Home Commodities Russia threatens to limit gas flows to Western Europe via Ukraine

Russia threatens to limit gas flows to Western Europe via Ukraine

by SuperiorInvest

Russia has threatened to cut gas supplies to Western Europe through the only pipeline that still connects the regions and warned it could cut flows through Ukraine from next week.

GazpromRussia’s state-backed pipeline monopoly accused Ukraine on Tuesday of withdrawing gas destined for Moldova from routes through the country and warned it may cut supplies from November 28.

While Russian flows to Moldova make up only a small percentage of those passing through Ukraine, any threat to the last remaining pipeline route to Western Europe is likely to unsettle energy markets as winter sets in.

But any loss of supplies through Ukraine could still roil energy markets as governments and traders believe Europe needs more than the gas it has in stock to meet heating and industrial demand over the winter.

Tom Marzec-Manser of energy consultancy ICIS said that while Gazprom’s threat so far only concerned Russian volumes bound for Moldova via Ukraine, traders were likely to fear it could be a harbinger of further cuts.

Large-scale cuts to Russian supplies have often stemmed from threats to cut volumes by small amounts initially, while Ukraine’s accusations of diverting supplies echo the 2009 gas crisis, when Russia ultimately cut flows to Europe in response.

“The industry has long feared that Russia could threaten the remaining flows to Western Europe via Ukraine this winter,” Marzec-Manser said. “We’ve seen in the past that small cuts in supply can turn into bigger cuts very quickly, and Europe is not yet completely out of gas supplies during the coldest months.”

Russia has been accused of “weaponizing” its gas supplies to Europe in retaliation for Western support for Ukraine. From the Moscow full range invasion in February it shut down all but one pipeline to Western Europe, including those that bypass Ukraine, such as Nord Stream 1. Supplies have been cut to just over 10 percent of pre-invasion levels, sparking a continent-wide cost-of-living crisis.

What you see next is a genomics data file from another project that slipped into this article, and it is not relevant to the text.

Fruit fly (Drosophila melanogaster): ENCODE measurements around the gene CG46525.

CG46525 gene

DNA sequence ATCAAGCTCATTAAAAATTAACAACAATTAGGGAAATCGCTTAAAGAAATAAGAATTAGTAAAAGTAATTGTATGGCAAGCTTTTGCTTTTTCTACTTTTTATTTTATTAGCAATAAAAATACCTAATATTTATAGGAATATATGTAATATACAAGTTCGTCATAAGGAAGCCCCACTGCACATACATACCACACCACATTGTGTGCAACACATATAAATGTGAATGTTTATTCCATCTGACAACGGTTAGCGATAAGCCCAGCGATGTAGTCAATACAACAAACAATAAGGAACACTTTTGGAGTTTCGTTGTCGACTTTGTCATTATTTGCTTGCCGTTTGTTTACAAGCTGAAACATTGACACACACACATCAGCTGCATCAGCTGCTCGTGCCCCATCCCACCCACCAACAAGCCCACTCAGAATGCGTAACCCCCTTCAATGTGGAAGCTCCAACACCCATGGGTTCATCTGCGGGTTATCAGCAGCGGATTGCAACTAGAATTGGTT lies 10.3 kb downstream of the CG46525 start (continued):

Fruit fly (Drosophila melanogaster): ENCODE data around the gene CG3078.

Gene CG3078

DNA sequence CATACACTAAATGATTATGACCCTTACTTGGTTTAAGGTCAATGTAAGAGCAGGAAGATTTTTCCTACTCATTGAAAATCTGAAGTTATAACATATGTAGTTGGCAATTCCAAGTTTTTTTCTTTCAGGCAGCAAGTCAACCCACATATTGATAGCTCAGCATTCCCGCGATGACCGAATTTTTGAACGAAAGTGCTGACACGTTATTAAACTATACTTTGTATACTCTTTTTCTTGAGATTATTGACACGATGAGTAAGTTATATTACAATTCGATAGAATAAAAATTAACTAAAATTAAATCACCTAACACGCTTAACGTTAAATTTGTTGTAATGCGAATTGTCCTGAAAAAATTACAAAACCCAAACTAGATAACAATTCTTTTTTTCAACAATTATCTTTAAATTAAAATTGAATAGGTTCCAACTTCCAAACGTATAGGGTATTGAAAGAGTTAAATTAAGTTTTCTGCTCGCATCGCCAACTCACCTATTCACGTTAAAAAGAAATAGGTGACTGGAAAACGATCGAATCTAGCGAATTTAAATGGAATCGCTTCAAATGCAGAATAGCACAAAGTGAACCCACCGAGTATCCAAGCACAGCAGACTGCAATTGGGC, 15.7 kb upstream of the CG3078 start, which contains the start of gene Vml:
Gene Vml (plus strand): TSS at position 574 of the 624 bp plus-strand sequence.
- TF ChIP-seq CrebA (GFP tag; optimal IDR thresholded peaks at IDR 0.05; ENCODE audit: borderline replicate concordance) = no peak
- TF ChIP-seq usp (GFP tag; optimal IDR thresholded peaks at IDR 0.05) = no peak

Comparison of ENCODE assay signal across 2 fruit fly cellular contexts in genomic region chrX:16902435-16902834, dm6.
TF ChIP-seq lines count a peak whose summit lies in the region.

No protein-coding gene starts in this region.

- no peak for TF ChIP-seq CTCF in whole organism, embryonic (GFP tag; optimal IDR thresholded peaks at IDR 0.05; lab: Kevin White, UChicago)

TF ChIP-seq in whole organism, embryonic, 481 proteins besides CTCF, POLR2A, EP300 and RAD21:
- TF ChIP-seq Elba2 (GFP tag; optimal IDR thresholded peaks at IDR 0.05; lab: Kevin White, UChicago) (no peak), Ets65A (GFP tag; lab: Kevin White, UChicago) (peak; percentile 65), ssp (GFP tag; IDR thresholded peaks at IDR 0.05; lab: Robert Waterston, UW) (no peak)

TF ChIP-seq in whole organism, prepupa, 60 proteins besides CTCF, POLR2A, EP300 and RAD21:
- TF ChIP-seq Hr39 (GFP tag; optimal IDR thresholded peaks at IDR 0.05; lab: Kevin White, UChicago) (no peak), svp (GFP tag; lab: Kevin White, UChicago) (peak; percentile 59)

Europe’s gas benchmark, TTF, rose more than 8 percent to €124.50 per megawatt hour on Tuesday.

Prices jumped to more than 300 euros per megawatt hour in August — the equivalent of more than $500 a barrel of oil — when Russia cut off supplies on its biggest route to Western Europe, the Nord Stream 1 line to Germany.

But while prices remain historically high, they have eased in recent months after Europe filled its gas storage tanks to near capacity while mild autumn weather delayed the start of the heating season.

Gazprom said Ukraine had “accumulated” about 52 million cubic meters of gas – the equivalent of a little more than a day’s pipeline supply – over an unspecified period, which it said was intended for Moldova.

In recent weeks, about 43 million cubic meters of gas have been passing through Ukraine from Russia to Western European markets every day through the remaining gas pipeline.

Moldova is storing some of its gas in Ukraine ahead of the coldest winter months, analysts said, and Ukraine rejected Gazprom’s accusations on Tuesday.

The Ukrainian gas transmission system operator said in a statement that Gazprom specifically sought to block the use of the recently launched reverse flow mechanism on the Moldovan-Ukrainian border, which allows gas to be pumped in both directions.

“This is not the first time that Russia has resorted to using gas as a tool of political pressure,” said Olga Bielkova, GTSO’s director of government and international affairs. “It manipulates the facts to justify its decision to further reduce the volume of gas supplies to European countries.”

Gazprom said the cut in volumes would amount to a “short supply” from Moldova to Ukraine, but indicated it would continue the remaining normal gas flows to the country.

Source Link

Related Posts

%d bloggers like this: